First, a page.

Last, the North Carolina relief statutes do not exempt DWIs from the term “traffic violation.” Recent legislation, discussed below, precludes expunction of DWI convictions, but it does not define traffic violation in a way that excludes DWIs. Compare People v. Bosma, 465 N.W.2d 24 (Mich. Ct. App. 1990) (finding that impaired driving is traffic offense for the purpose of applying Michigan’s expunction statutes) with State v. Yackley, 539 N.E.2d 1118 (Ohio 1989) (recognizing that Ohio expunction statutes provide that “minor traffic convictions” are not a bar to relief and that they specifically make impaired driving a bar); see also G.S. 15A-1340.14(b)(5) (providing that prior record level under structured sentencing does not include a prior conviction of a misdemeanor traffic offense under Chapter 20 of the General Statutes except for a prior misdemeanor conviction for impaired driving, commercial impaired driving, and misdemeanor death by vehicle, an offense based on impaired driving).

What relief is available for DWIs?

Three statutes allow relief for charges and convictions of misdemeanor traffic violations: G.S. 15A-145.5 (expunction of older nonviolent felonies and nonviolent misdemeanors), G.S. 15A-146 (expunction of dismissals), and G.S. 15A-173.2 (certificate of relief). The statutes generally allow this result because the list of offenses subject to relief is broad enough to cover traffic violations and only certain traffic violations are excluded from the list. Legislation enacted in 2015, and reinforced in 2021, eliminated the possibility of an expunction of a DWI conviction under G.S. 15A-145.5, but it does not affect the availability of relief under the other two statutes.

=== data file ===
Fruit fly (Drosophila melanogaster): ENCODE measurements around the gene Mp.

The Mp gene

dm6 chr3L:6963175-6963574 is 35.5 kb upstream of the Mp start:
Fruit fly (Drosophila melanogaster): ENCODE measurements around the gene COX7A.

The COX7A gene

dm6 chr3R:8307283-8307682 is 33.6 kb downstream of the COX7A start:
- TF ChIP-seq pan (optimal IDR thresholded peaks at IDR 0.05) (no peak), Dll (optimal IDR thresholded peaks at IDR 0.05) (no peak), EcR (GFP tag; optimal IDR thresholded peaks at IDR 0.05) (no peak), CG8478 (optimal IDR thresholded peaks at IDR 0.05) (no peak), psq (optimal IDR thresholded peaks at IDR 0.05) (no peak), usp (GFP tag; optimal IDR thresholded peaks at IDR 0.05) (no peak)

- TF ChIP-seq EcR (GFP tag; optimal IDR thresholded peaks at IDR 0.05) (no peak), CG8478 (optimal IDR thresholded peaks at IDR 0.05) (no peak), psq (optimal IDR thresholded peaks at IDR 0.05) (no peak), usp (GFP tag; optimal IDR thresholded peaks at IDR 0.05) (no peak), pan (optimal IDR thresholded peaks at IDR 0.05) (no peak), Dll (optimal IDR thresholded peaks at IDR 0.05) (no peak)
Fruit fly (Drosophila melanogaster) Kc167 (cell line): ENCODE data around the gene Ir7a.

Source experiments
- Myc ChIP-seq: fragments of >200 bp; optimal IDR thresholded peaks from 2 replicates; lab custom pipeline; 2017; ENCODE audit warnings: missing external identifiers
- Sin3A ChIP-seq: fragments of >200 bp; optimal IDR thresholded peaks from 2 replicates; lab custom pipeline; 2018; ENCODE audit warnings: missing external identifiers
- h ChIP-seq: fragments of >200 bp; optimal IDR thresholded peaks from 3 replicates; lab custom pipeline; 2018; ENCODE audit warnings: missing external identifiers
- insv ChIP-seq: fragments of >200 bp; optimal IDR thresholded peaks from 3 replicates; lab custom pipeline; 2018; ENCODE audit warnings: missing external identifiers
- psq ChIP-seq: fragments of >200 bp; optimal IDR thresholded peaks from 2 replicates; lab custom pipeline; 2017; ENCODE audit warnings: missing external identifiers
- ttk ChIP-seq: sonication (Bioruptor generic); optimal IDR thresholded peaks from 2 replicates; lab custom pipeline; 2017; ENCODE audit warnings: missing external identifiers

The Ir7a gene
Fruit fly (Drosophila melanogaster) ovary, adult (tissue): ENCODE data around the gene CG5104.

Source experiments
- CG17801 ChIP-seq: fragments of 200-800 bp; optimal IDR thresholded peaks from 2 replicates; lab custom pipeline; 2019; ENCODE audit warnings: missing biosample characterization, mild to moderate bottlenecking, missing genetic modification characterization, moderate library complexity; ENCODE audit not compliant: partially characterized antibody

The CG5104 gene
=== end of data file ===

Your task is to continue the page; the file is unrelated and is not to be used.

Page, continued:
Relief under G.S. 15A-145.5. This statute allows for the expunction of older convictions for “nonviolent” misdemeanors and felonies. The meaning of a nonviolent offense is determined by what it is not. G.S. 15A-145.5(a) defines an offense as nonviolent if it is not a Class A through G felony, a Class A1 misdemeanor, or one of a number of offenses specified in the statute, such as an offense requiring sex offender registration. Consequently, Class H and I felonies and Class 1 through 3 misdemeanors can be expunged as long as they are not among the offenses specifically excluded from relief. See Kyprianides v. Martin, 234 N.C. App. 665 (2014) (unpublished) (finding that because conviction for misdemeanor cruelty to animals was not Class A1 misdemeanor and did not fall into excluded categories, it could be expunged under G.S. 15A-145.5).